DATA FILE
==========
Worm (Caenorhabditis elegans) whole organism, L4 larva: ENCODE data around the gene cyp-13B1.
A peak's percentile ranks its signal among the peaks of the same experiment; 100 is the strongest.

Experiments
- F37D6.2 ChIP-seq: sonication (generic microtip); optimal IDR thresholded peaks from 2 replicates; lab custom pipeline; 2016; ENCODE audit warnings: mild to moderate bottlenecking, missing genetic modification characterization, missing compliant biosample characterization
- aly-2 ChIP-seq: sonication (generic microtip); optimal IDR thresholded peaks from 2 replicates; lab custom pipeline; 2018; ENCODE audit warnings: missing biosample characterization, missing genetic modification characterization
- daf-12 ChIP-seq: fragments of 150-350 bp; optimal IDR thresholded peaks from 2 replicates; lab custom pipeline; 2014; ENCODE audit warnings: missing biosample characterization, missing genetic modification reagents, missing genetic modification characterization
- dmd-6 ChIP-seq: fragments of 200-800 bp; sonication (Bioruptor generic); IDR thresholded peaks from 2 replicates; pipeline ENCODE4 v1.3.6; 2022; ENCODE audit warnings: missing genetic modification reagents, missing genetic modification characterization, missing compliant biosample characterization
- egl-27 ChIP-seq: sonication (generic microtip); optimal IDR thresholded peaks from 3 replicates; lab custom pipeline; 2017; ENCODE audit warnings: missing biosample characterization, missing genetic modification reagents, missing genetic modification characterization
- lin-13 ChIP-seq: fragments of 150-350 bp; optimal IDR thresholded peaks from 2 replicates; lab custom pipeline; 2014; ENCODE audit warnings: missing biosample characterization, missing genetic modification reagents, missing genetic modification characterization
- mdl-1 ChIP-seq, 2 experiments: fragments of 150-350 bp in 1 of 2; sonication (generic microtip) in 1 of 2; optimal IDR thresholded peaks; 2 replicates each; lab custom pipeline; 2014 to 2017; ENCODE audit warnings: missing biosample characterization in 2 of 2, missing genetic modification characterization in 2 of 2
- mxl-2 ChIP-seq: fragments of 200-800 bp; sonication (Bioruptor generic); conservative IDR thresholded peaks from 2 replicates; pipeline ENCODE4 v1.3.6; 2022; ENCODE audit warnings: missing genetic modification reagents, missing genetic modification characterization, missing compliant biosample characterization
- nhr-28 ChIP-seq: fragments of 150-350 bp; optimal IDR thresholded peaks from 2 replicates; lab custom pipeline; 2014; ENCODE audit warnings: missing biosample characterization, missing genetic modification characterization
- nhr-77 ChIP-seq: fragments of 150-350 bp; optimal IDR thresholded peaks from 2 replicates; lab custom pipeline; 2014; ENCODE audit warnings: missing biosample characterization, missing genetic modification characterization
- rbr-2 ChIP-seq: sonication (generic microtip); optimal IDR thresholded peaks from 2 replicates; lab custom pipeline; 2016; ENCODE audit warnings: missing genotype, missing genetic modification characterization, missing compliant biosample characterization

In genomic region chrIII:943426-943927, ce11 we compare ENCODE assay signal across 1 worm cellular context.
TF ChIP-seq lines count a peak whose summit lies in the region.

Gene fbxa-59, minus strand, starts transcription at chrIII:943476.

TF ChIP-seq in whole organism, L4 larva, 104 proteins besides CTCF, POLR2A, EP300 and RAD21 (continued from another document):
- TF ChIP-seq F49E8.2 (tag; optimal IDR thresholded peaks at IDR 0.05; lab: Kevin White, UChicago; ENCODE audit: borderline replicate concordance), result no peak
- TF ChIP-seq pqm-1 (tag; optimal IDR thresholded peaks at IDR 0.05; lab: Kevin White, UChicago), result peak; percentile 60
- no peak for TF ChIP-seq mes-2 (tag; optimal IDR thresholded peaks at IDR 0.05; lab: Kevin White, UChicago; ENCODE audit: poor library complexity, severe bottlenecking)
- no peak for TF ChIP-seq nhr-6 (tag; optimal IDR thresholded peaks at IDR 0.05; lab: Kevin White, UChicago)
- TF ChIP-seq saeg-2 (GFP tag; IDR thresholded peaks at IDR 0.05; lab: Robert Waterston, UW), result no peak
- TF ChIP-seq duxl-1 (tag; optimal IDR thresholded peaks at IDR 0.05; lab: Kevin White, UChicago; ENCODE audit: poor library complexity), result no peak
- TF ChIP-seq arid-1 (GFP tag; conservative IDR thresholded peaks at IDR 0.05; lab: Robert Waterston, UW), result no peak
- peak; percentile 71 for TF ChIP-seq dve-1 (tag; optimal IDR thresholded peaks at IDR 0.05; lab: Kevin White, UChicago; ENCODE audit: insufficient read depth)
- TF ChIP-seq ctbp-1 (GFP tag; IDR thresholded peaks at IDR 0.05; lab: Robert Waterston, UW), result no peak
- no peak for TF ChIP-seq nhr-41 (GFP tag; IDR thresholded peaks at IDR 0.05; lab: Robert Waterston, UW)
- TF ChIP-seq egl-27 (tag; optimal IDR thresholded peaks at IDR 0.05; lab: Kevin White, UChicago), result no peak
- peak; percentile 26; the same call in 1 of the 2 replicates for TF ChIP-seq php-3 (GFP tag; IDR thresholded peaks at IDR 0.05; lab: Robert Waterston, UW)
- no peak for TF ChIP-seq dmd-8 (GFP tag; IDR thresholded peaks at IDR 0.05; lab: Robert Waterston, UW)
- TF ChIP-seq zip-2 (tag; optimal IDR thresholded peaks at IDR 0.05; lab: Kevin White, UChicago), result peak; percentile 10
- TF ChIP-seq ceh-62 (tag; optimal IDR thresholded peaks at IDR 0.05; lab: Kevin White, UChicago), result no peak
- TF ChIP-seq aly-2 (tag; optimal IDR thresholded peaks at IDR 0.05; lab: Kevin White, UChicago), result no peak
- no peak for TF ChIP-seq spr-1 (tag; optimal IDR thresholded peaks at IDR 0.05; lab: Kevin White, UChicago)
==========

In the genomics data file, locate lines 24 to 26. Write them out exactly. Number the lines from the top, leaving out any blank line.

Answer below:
- TF ChIP-seq duxl-1 (tag; optimal IDR thresholded peaks at IDR 0.05; lab: Kevin White, UChicago; ENCODE audit: poor library complexity), result no peak
- TF ChIP-seq arid-1 (GFP tag; conservative IDR thresholded peaks at IDR 0.05; lab: Robert Waterston, UW), result no peak
- peak; percentile 71 for TF ChIP-seq dve-1 (tag; optimal IDR thresholded peaks at IDR 0.05; lab: Kevin White, UChicago; ENCODE audit: insufficient read depth)